first rehearsals

cartoon for painting

Often before I begin painting I will draw the motif, and sometimes I draw it with freedom and total abandon as in the drawing above. I love the scribbly effect available when drawing with crayons and oil pastel.  And something of this quality I sought to incorporate into the final painting — because Nature has a lot of texture in her outdoors.

 

the kitchen chaos

 

kitchen drawingThe view between the arching flower stems is what caught my attention, but afterwards I tried to put as much stuff of the chaos onto the page, knowing that parts of it would be out of proportion.  I decided to tackle something that I figured would be impossible really to depict accurately, especially in the time I was allotting.

The dark light of an overcast spring day made the (ad)venture doable.  So off and on I’ve been gazing at a jumble of things on the kitchen counter. (Remind me I need to clean that counter.)  It would be an interesting motif to do at night too with the overhead yellow of interior light casting down on the objects in that way that Bonnard taught us to love.

I’d love to do the view from the arching flower stems again in the future.  I’ll need more flowers.  These have already surpassed their prime.

drawing at the Museum of American Art

after thayer

I had about 15 minutes and then I had to leave.  So I did my drawing after Abbott Thayer’s painting in warp speed.

It’s a huge painting.  Mine’s a small drawing.

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Abbot Thayer’s “My Children (Mary, Gerald, and Gladys Thayer) 1897

 

my new hero Childe Hassam

hassam whole copy

Sitting in front of Childe Hassam’s painting “Tanagra, the Builders” at the Museum of American Art, I made a drawing in oil pastel. It measures 12 x 16 inches.  This is the largest drawing I’ve made there to date.

I’ve been studying the painting each time I visit the museum.  And Childe Hassam is my new hero.  The painting is huge.  My drawing is a portion of it.

Tanagra Am Art Childe Hassam

I’ve made a little sketch of it too, once before.

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Recollected Ocean

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A small queen conch seashell, portrayed life size, sits on a still life table where the surrounding colors recall the sand, sea and ocean air. The elongated shell rests on its side.  A great variety of colors mix to recreate some tropical weather far from the seashell’s sea depths home. A evocative, poetic image of island life that a seashell carries around by virtue of its stunning shape can deposit island longings into the mind of an artist stranded in the suburbs.  And through a picture perhaps the island whimsy reaches even other farther shores.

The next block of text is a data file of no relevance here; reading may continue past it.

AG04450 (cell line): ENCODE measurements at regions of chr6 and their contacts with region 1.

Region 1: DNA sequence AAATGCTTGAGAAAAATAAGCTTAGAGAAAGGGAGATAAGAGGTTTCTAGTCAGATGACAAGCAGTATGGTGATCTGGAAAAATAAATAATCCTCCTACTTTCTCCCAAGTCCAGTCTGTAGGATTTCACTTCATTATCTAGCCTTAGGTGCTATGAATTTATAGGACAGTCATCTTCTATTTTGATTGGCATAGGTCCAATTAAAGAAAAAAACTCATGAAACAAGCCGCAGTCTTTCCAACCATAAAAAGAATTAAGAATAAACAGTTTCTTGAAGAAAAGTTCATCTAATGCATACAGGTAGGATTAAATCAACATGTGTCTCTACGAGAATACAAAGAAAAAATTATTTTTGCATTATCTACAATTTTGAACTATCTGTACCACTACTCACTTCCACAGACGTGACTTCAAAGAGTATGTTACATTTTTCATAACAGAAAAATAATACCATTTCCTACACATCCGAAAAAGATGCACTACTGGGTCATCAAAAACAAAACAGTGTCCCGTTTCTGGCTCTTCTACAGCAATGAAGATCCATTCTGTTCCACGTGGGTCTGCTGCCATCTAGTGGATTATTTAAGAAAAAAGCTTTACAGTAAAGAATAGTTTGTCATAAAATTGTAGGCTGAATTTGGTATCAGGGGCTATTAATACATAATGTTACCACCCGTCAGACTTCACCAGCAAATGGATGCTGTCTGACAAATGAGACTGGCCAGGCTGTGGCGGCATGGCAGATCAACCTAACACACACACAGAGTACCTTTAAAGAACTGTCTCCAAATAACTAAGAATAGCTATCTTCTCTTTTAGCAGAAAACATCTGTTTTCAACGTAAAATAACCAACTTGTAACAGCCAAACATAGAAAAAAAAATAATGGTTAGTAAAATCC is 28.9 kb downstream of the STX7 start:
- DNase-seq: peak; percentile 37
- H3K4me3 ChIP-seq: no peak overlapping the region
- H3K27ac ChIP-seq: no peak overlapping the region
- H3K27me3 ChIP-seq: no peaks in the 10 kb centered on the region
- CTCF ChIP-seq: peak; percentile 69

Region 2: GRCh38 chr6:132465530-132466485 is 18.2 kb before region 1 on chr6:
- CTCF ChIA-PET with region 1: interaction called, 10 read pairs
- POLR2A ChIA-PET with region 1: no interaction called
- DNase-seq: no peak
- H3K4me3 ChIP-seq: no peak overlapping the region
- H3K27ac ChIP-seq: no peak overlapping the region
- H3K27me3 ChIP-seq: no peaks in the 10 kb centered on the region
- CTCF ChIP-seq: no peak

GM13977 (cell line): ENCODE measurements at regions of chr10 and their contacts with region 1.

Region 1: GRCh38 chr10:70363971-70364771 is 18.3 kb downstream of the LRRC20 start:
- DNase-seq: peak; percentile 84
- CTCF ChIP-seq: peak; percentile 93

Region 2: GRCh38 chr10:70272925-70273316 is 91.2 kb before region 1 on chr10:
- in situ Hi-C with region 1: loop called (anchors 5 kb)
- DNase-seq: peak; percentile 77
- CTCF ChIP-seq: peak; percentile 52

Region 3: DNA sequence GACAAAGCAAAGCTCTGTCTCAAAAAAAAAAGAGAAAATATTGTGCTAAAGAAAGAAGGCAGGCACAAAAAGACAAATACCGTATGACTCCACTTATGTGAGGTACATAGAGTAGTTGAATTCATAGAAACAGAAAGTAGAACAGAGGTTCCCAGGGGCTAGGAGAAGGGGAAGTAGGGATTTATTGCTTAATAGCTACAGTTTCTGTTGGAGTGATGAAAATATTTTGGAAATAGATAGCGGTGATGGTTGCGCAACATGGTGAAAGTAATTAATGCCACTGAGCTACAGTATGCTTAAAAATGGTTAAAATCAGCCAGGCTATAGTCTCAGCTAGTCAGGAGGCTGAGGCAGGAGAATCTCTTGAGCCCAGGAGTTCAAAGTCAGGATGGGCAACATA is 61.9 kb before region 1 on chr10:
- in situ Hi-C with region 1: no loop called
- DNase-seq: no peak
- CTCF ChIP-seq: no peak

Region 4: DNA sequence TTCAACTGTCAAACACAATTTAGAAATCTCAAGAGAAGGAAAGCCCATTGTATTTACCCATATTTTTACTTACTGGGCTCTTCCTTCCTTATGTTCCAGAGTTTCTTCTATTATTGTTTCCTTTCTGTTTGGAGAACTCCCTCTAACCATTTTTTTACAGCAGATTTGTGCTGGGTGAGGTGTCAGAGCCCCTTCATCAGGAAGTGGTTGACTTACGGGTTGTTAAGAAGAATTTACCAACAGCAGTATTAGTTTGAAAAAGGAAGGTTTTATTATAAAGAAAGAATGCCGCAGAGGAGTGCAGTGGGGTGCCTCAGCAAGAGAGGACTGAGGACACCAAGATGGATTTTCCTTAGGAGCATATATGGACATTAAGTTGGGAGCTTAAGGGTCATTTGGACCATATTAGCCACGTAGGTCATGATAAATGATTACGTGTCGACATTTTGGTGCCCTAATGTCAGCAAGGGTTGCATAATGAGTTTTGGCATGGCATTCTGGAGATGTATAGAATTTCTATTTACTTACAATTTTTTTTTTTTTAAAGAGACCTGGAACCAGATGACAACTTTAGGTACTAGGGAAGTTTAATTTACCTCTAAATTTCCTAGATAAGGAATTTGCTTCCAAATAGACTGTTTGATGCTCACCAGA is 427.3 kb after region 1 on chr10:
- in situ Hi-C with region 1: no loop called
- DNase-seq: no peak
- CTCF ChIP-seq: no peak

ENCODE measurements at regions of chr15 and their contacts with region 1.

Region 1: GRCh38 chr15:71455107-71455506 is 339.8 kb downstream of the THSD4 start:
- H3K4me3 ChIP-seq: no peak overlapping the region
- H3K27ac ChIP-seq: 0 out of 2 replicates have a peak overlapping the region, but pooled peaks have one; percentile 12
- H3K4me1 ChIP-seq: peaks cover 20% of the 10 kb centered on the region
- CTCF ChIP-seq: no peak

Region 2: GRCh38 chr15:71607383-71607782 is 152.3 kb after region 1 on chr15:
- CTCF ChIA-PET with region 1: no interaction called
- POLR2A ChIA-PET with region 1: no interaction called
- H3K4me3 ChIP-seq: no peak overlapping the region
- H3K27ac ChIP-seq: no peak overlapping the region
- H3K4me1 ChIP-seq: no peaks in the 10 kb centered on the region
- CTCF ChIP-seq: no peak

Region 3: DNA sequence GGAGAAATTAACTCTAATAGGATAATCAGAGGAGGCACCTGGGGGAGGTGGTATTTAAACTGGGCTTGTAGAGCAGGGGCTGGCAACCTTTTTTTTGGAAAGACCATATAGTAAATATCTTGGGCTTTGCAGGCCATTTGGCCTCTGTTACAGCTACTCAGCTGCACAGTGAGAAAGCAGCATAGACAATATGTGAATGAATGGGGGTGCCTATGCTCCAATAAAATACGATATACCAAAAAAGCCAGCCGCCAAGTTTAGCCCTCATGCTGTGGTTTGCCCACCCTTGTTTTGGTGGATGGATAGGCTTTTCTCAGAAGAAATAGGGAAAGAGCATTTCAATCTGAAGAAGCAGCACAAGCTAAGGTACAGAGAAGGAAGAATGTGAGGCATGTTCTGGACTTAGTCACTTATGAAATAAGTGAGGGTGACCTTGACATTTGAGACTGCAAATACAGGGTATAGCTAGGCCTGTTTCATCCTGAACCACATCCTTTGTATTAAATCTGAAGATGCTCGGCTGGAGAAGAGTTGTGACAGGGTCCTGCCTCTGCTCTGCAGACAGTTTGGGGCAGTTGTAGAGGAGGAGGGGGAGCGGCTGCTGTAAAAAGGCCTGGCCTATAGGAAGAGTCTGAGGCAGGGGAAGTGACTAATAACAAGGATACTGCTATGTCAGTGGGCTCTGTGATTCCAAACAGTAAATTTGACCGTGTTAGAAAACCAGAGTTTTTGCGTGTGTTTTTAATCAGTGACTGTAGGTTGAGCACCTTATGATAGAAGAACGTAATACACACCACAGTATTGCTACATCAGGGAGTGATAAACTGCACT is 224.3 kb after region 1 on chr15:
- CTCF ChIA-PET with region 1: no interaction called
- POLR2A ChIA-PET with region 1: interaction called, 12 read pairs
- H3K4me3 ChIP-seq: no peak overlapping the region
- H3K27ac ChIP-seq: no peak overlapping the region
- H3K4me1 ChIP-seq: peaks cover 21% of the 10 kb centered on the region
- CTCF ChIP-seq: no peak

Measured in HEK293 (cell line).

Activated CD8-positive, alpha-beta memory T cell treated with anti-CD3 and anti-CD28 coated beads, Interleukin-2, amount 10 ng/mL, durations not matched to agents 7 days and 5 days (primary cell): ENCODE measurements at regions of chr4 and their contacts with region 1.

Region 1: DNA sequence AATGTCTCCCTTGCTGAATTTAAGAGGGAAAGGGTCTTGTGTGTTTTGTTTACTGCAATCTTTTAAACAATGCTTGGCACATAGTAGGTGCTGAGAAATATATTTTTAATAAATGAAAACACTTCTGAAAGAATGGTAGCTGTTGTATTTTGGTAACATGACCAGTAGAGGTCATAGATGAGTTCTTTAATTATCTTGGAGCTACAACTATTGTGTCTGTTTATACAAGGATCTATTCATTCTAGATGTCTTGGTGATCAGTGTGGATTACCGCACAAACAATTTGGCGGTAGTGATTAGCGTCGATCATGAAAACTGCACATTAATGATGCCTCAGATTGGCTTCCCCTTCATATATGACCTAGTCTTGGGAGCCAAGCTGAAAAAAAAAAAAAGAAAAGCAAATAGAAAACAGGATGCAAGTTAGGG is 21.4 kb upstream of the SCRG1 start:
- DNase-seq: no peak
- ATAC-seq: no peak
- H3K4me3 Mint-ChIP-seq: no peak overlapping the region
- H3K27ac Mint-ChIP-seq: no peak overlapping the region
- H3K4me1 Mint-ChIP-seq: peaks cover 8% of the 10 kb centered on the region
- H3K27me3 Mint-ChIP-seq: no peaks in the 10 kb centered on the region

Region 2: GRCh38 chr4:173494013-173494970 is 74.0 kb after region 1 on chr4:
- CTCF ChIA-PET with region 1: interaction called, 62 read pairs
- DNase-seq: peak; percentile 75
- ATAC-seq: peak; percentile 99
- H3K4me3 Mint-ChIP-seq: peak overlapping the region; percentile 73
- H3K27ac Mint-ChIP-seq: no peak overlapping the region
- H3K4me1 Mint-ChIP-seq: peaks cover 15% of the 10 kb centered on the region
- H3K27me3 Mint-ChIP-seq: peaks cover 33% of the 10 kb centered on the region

The center of the shell is a rich and warm orange red, made more vivid by the contrast of nearby tones of pale and dark blue. Marks of the drawing are plainly visible and at the same time the illusion of the picture is strong in an impressionist way, most so when the oil pastel painting is viewed from a little distance.

Recollected Ocean is an oil pastel drawing on tan paper that measures 10 x 7 inches.

Tropical Flower from the Sea

Conch seashells are beautiful

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and conch seashells are complex in form. Drawing them offers a consistent and wonderful challenge.  They have many irregular properties; for instance their shapes are complicated, no matter from what angle one looks. Turning the seashell round and drawing it from various aspects provides an artist with a delightful drawing challenge and offers the viewer an intriguing visual spectacle.  Also their surfaces have varied textures — one side is polished and subtle in hues, the back is more chalky and rough.  All the surfaces are covered with ridges and the spindle of the shell is circled by radiating points.  Undulating like a pleasing mountainous landscape, the  queen conch shell has patterns of variegated light and dark from its convex and concave surfaces.  Certain shells are also amazing for their lovely pearlesque colors.